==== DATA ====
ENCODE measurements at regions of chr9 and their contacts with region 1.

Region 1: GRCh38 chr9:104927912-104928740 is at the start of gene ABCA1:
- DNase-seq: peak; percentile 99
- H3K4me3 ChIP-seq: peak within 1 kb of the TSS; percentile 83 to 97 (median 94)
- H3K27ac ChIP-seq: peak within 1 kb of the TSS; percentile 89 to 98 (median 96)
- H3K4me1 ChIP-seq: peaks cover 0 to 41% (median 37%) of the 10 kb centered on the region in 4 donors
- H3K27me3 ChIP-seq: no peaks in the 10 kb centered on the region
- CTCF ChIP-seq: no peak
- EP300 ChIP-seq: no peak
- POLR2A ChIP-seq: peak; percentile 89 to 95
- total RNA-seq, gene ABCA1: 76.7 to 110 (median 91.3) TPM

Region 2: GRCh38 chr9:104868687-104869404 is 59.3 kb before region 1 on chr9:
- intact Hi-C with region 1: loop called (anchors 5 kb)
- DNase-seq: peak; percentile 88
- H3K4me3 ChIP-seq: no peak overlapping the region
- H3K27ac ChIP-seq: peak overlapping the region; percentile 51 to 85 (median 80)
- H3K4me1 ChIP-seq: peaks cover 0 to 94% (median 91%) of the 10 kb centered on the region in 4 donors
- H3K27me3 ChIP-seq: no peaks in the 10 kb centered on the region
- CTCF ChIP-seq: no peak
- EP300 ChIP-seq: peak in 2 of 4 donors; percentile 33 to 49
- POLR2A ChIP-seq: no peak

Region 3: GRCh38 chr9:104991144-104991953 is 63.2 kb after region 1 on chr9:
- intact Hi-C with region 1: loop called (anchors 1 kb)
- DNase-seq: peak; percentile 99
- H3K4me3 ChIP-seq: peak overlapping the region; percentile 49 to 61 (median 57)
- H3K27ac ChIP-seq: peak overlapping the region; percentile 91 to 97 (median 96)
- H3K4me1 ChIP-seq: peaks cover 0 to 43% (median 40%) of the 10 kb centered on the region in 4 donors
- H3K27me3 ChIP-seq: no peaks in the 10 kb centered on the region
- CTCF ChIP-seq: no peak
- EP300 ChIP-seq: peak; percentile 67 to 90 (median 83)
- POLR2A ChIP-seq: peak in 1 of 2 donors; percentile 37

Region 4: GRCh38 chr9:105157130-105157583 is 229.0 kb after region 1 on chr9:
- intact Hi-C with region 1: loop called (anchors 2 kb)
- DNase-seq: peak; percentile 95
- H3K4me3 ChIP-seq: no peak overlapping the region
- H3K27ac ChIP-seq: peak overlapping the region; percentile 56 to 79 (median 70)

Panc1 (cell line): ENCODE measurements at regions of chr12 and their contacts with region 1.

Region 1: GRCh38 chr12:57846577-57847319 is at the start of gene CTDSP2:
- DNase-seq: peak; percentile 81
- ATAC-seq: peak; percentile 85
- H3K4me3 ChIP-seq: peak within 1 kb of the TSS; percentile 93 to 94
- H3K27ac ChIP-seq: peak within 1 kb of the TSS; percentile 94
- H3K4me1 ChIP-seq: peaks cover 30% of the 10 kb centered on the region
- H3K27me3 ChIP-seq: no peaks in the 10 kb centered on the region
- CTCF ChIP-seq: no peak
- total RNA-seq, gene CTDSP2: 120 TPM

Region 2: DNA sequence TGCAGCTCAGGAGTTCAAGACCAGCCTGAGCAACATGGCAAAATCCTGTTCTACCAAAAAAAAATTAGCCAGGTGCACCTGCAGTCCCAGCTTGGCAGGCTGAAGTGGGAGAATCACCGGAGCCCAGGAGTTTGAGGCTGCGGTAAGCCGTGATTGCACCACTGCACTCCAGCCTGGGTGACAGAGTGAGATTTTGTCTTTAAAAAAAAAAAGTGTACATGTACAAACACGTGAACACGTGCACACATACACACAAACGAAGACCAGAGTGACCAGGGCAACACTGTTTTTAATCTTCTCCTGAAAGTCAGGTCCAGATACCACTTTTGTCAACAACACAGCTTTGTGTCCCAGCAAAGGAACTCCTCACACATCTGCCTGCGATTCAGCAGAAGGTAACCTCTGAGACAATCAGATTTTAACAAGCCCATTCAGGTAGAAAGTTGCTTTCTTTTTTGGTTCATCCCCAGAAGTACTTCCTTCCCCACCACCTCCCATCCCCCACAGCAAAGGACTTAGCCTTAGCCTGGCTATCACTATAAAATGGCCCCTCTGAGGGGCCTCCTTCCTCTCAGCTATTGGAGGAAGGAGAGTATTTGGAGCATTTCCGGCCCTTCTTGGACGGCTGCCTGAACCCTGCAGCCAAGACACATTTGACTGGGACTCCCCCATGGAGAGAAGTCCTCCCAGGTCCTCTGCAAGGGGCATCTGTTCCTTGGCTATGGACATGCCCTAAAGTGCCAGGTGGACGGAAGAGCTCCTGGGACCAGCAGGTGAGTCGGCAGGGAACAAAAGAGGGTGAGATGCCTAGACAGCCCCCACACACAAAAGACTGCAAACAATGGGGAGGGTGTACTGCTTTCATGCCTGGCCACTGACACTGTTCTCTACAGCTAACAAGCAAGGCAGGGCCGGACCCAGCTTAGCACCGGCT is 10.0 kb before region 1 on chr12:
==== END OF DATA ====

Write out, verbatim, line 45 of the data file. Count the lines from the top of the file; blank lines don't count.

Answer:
- CTCF ChIP-seq: no peak